I think it is quite important to develop 21st century learners by using devices that will be a part of their work and academic lives, such as computers. I also like to use technology because I find that it increases my students' engagement.
For this lesson I open with the use of an interactive website. I like using interactive websites because they also are available for students to learn and work at their own pace. Students can return to the website at anytime to refresh their memory, check their work, and review their learning.
By fifth grade students should have some familiarity with protractors, but this lesson is designed for both new users and as a review. I'm using the website mathisfun.com. About half way down the geometry web page is a section titled Using Drafting Tools. Within this section is the link to Using the Protractor. On this page there are two introductory sections (Protractors are Fun and Easy to Use and Measuring) as well as a student practice section.
I review the two introductory sections with the students by showing the animations combined with student discussion (e.g., what did you notice), and reading the sections together. For the practice section, students work individually but are allowed confer with their neighbors.
If a computer lab is available it would be the best option for this lesson. If a lab is unavailable, you can use this website as a group activity as well; displayed on a projection screen.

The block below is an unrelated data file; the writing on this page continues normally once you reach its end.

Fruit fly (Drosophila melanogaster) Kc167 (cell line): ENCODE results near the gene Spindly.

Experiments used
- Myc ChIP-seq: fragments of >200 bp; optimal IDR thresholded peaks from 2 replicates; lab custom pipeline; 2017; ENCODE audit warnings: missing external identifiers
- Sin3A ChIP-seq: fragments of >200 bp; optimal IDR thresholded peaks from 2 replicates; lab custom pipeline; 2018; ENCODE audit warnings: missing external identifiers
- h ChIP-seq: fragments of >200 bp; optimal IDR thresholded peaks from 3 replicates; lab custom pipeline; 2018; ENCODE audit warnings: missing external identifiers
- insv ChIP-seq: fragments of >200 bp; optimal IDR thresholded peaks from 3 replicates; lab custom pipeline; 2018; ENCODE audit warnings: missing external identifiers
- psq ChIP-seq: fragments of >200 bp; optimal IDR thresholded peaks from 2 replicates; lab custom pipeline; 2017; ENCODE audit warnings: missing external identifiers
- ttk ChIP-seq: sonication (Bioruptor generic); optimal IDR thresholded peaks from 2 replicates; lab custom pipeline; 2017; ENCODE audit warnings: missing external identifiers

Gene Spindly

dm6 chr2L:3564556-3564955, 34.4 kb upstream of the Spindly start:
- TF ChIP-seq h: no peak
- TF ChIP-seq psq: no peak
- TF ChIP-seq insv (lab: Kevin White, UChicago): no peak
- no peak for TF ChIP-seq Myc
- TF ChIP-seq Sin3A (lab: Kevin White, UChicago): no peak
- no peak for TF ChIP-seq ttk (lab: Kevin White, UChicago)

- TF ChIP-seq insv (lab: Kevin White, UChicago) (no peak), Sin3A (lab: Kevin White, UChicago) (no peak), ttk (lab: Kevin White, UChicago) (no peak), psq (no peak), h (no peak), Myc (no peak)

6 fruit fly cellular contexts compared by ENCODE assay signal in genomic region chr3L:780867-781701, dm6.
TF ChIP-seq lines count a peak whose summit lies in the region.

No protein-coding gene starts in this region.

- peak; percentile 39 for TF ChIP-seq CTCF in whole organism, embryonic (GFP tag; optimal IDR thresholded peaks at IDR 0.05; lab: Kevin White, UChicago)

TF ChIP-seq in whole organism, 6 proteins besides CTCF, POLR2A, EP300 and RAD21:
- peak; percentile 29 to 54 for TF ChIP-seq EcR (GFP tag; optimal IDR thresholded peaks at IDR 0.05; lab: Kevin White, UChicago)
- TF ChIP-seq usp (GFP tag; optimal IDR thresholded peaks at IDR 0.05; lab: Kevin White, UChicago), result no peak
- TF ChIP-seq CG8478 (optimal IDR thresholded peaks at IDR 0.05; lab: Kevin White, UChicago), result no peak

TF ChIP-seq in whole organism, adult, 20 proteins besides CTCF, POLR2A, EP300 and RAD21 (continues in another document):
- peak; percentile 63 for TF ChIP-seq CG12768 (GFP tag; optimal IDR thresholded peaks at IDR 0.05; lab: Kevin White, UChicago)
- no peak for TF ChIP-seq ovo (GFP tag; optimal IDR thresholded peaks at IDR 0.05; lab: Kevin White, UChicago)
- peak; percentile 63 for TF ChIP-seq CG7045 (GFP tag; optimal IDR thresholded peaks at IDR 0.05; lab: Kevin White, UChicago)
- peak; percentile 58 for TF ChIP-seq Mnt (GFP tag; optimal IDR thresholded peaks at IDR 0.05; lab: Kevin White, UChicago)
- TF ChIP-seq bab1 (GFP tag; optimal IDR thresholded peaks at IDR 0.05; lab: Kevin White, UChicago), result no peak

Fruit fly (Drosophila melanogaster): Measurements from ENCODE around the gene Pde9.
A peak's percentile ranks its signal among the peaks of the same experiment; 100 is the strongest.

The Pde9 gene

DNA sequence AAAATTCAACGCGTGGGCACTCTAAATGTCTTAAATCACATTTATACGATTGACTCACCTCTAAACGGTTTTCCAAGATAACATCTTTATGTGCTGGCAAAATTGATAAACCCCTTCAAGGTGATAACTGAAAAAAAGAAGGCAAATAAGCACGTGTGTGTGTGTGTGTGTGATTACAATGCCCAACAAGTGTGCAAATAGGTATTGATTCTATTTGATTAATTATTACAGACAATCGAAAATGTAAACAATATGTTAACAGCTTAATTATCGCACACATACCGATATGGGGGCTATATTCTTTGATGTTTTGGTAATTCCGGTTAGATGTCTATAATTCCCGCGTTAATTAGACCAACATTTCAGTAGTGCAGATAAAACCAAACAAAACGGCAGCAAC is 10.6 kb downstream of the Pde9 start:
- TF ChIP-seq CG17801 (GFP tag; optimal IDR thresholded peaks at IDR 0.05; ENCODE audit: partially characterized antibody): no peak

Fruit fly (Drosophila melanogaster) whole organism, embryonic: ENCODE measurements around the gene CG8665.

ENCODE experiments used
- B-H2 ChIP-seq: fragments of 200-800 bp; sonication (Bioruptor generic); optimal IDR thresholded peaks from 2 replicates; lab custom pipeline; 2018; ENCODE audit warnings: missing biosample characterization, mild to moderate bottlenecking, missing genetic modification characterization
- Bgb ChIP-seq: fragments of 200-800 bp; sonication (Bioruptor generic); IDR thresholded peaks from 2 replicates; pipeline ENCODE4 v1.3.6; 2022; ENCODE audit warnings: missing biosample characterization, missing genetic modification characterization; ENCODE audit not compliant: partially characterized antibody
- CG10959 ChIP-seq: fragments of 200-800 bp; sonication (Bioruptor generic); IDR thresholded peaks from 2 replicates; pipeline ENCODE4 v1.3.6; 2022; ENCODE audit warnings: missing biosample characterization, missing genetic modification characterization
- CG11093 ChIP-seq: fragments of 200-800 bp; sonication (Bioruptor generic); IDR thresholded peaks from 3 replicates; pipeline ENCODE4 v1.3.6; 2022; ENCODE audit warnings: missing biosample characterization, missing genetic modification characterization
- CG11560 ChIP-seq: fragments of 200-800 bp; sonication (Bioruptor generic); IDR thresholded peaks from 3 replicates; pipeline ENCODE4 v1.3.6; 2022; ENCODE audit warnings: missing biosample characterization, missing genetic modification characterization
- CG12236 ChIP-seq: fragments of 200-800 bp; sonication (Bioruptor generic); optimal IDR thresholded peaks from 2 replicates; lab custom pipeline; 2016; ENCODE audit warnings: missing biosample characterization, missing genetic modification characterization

Since the students are already in the computer lab or they have laptops out, we might as well extend their learning by another interactive website using their protractor knowledge. I found a great math game website that actually practices math concepts. This game can also be done as a class on the projector.
A lot of times with math game websites, the link to a math concept is blurred by the designers trying to make the game as fun as possible. With mathplayground.com I feel the designers of these games really thought about the concepts and created worth-while games to deepen the students understanding. This website is a little tricky though. There are several links to different websites on the main page. From the main page, you will just need to click on math games. This will bring you to the actual games associated with mathplayground.com.
As the students are logging off their computers and they are getting in line, I ask them to give me one thing they learned during their math time today. I have each student give me a quick response and then they are able to line up. I find that the students need to verbalize their learning as much as possible. I think it helps them solidify the concept in their minds and make a connection to their learning.